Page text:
The IllDef PV should be approximately 1,300 words in length (+/- 25), exclusive of heading (student name, instructor name, course/section, and date of composition), title, and any necessary end-citations (see Note 1, below). It should be typed in black, double-spaced, 12-point Garamond, Georgia, or Times New Roman font on letter-sized pages; the heading should be flush left, the title centered horizontally, and the body flush left with the first lines of paragraphs indented one-half inch from the left margin. Page numbers should be in the margin at the top of the page on the right margin, preceded by the writer’s surname, and in the same typeface as the rest of the paper.

Each writer should bring a IllDef PV that represents the writer’s best work to class as a typed, physical copy on 24 October 2016. Class that day will be taken up with peer review, during which other writers will read and comment upon the content and organization (not the mechanics) of the paper, making suggestions for improvement and indicating places where the paper works well—and explaining the comments so that the underlying principles can be used in future writing.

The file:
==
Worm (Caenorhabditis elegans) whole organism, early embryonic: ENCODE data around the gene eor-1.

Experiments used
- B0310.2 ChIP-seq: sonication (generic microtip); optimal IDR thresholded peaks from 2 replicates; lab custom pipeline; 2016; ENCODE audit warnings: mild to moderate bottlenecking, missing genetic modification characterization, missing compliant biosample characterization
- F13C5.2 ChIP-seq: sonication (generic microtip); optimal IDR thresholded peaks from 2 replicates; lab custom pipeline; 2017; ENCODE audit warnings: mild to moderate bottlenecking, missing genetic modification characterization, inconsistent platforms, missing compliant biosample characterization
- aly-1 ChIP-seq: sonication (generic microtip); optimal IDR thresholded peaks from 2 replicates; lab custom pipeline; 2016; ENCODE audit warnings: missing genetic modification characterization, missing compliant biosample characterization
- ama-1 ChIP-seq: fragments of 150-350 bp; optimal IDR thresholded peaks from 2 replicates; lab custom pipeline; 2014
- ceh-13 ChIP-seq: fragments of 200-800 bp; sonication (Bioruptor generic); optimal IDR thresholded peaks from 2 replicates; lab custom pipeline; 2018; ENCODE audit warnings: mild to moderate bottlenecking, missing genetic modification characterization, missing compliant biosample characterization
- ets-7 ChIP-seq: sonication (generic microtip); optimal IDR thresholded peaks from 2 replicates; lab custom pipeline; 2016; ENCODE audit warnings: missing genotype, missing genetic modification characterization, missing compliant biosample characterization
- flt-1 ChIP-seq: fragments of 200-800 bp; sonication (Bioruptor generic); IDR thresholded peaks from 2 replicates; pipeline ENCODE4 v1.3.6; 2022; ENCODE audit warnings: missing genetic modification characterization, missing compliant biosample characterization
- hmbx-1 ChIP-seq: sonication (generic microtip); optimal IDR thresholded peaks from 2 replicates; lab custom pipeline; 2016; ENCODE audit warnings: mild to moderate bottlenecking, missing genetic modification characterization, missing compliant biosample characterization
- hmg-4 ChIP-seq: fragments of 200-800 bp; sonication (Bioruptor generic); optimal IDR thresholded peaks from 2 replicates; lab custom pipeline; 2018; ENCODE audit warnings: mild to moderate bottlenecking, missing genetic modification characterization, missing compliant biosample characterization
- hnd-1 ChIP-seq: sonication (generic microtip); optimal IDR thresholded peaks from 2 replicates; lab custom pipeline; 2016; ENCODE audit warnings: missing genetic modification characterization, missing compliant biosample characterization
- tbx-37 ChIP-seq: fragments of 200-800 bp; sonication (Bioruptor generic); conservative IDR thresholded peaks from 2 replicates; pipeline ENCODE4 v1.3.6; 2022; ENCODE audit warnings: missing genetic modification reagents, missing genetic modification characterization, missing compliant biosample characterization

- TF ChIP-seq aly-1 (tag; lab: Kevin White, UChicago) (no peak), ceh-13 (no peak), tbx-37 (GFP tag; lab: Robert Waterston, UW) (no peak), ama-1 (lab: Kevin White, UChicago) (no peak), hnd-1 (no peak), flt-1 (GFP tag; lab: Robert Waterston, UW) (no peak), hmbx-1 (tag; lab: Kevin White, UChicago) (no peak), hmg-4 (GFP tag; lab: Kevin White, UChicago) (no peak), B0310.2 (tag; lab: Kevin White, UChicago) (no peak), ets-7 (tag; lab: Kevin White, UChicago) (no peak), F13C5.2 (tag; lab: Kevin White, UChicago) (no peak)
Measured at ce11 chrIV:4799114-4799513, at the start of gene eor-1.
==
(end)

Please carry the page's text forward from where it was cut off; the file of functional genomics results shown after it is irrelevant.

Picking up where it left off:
As peer review progresses, the instructor will call for individual papers, checking to see if they are present as requested and whether or not, in general terms, they do what they need to do. Time constraints in class will prevent detailed reading by the instructor during peer review, so specific comments will be few, but the setting does allow for a holistic sense of each paper’s direction to be developed. That sense will be noted as the score for a minor assignment grade; the score will conform to the grading scale in Table 2 of the course syllabus. (Obviously, those students who do not arrive in class with their IllDef PVs in hand will not be able to receive any helpful score for the assignment. Note the “Late Work” section of the course syllabus.)

Although a reasonably complete paper is expected, it is understood that the IllDef PV is a work in progress. Changes to it are therefore also expected; they should not be viewed as failures, but seized upon as opportunities to improve writing techniques and to enhance the connections between writer and topic and writer and readers. Also, see Note 2, below.